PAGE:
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Stereo based visual odometry

Description

The exponential rise in unmanned aerial vehicles has necessitated the need for accurate pose estimation under any extreme conditions. Visual Odometry (VO) is the estimation of position and orientation of a vehicle based on analysis of a sequence of images

The exponential rise in unmanned aerial vehicles has necessitated the need for accurate pose estimation under any extreme conditions. Visual Odometry (VO) is the estimation of position and orientation of a vehicle based on analysis of a sequence of images captured from a camera mounted on it. VO offers a cheap and relatively accurate alternative to conventional odometry techniques like wheel odometry, inertial measurement systems and global positioning system (GPS). This thesis implements and analyzes the performance of a two camera based VO called Stereo based visual odometry (SVO) in presence of various deterrent factors like shadows, extremely bright outdoors, wet conditions etc... To allow the implementation of VO on any generic vehicle, a discussion on porting of the VO algorithm to android handsets is presented too. The SVO is implemented in three steps. In the first step, a dense disparity map for a scene is computed. To achieve this we utilize sum of absolute differences technique for stereo matching on rectified and pre-filtered stereo frames. Epipolar geometry is used to simplify the matching problem. The second step involves feature detection and temporal matching. Feature detection is carried out by Harris corner detector. These features are matched between two consecutive frames using the Lucas-Kanade feature tracker. The 3D co-ordinates of these matched set of features are computed from the disparity map obtained from the first step and are mapped into each other by a translation and a rotation. The rotation and translation is computed using least squares minimization with the aid of Singular Value Decomposition. Random Sample Consensus (RANSAC) is used for outlier detection. This comprises the third step. The accuracy of the algorithm is quantified based on the final position error, which is the difference between the final position computed by the SVO algorithm and the final ground truth position as obtained from the GPS. The SVO showed an error of around 1% under normal conditions for a path length of 60 m and around 3% in bright conditions for a path length of 130 m. The algorithm suffered in presence of shadows and vibrations, with errors of around 15% and path lengths of 20 m and 100 m respectively.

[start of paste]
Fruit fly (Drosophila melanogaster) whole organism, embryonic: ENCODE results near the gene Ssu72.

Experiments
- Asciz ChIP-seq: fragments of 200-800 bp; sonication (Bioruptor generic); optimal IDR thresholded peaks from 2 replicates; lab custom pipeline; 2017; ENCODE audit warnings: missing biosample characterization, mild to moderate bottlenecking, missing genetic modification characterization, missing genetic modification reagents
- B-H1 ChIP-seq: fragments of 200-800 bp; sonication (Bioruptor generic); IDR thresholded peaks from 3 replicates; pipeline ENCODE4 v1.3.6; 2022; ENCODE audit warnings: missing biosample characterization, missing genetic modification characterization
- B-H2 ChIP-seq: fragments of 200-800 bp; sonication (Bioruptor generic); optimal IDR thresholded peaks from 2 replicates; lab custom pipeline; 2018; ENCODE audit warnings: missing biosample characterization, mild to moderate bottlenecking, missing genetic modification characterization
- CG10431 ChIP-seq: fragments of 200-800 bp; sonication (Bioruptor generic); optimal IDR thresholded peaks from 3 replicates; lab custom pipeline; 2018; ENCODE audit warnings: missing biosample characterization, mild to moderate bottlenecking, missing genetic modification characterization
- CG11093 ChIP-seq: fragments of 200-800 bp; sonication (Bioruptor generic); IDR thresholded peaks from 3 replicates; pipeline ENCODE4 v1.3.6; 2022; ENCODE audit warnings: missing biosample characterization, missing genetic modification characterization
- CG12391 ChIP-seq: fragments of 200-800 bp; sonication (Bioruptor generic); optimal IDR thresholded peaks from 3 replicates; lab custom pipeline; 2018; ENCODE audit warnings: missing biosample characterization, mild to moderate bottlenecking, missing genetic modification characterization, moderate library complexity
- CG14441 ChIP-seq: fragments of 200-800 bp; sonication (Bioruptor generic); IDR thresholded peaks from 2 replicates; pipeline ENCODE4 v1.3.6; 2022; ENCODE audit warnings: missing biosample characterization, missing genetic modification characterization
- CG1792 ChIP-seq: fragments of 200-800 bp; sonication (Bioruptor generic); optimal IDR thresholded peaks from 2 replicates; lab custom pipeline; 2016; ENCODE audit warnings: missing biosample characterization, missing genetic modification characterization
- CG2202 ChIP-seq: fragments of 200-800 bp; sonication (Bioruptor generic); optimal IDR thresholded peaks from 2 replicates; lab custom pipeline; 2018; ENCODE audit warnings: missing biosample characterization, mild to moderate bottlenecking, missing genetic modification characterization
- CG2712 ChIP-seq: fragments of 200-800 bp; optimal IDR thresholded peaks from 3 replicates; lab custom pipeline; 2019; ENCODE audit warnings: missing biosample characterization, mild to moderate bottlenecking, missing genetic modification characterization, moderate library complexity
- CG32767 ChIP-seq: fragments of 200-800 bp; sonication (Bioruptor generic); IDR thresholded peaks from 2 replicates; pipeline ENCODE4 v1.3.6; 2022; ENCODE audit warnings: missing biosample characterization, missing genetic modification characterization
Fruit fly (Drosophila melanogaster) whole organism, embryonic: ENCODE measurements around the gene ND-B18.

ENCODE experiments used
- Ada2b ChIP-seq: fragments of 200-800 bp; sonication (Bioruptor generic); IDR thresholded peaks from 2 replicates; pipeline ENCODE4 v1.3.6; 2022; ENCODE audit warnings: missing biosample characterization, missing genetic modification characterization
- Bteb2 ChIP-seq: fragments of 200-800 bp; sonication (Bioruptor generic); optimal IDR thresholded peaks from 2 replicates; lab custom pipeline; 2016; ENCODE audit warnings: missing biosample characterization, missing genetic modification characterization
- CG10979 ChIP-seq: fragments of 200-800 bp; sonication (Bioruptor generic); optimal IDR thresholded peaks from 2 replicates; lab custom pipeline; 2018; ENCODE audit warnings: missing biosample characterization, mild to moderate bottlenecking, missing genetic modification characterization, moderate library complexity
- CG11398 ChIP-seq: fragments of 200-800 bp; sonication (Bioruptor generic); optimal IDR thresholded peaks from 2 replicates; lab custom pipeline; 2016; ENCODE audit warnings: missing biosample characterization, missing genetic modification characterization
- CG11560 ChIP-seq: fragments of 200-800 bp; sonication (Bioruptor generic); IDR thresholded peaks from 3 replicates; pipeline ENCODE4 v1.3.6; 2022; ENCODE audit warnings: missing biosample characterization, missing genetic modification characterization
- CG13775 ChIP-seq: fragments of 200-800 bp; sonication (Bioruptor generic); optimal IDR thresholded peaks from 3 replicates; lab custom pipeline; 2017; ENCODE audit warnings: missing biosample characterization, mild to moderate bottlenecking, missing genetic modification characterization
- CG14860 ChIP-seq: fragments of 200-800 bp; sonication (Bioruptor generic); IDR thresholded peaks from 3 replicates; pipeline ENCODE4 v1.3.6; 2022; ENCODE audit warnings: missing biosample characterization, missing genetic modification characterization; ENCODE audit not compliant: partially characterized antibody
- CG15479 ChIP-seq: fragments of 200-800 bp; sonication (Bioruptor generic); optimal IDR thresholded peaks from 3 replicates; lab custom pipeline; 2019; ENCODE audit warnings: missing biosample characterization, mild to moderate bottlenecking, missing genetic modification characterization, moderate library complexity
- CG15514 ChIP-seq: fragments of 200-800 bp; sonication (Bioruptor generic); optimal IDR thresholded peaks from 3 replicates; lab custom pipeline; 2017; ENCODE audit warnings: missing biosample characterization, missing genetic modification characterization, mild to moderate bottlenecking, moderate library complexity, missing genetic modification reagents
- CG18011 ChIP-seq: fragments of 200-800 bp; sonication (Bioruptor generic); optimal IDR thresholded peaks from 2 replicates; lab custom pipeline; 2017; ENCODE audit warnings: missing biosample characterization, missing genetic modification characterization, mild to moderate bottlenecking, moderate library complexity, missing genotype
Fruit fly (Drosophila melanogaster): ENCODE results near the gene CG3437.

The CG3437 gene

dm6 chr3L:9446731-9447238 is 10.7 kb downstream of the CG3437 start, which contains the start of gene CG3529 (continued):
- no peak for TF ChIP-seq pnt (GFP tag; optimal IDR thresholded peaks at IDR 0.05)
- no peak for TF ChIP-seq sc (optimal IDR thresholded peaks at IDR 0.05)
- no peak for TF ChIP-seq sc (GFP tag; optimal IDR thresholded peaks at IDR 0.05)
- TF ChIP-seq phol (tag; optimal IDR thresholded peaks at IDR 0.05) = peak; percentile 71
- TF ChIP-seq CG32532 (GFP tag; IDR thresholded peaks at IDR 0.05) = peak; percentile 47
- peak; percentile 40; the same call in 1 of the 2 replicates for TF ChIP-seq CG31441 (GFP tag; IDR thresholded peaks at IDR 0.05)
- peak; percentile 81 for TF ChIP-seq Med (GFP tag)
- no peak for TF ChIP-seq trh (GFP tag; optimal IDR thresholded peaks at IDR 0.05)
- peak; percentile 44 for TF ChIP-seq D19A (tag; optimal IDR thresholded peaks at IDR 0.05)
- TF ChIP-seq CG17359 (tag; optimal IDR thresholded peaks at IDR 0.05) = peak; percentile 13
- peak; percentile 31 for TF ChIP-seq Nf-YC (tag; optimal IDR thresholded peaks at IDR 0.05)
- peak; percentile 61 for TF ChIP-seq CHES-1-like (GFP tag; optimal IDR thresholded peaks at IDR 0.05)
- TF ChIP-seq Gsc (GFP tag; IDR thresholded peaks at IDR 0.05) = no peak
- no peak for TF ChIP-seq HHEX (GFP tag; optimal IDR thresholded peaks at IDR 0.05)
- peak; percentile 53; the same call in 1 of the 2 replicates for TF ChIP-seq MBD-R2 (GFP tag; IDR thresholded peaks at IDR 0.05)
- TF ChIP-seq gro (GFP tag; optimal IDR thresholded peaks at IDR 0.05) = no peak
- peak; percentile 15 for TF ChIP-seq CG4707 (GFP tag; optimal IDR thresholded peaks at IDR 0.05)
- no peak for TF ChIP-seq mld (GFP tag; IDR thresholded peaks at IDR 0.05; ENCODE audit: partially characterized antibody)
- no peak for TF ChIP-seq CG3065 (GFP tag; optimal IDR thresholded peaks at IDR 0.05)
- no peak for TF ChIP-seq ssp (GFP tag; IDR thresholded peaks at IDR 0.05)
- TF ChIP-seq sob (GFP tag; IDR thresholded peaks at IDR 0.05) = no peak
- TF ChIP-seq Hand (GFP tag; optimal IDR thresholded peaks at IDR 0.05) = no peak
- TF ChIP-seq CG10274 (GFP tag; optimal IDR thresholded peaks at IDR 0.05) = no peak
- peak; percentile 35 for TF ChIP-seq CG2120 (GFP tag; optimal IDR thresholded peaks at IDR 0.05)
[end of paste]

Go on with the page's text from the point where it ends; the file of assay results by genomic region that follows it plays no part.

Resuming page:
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Date Created
2010

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Image processing using approximate data-path units

Description

In this work, we present approximate adders and multipliers to reduce data-path complexity of specialized hardware for various image processing systems. These approximate circuits have a lower area, latency and power consumption compared to their accurate counterparts and produce fairly